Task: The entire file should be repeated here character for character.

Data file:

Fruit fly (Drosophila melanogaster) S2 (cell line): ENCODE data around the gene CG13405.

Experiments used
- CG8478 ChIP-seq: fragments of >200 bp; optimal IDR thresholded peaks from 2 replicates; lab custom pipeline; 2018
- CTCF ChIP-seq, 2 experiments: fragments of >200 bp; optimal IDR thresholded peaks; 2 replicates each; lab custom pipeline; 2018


Fruit fly (Drosophila melanogaster) S2 (cell line): ENCODE data around the gene CG13405.

Experiments used
- CG8478 ChIP-seq: fragments of >200 bp; optimal IDR thresholded peaks from 2 replicates; lab custom pipeline; 2018
- CTCF ChIP-seq, 2 experiments: fragments of >200 bp; optimal IDR thresholded peaks; 2 replicates each; lab custom pipeline; 2018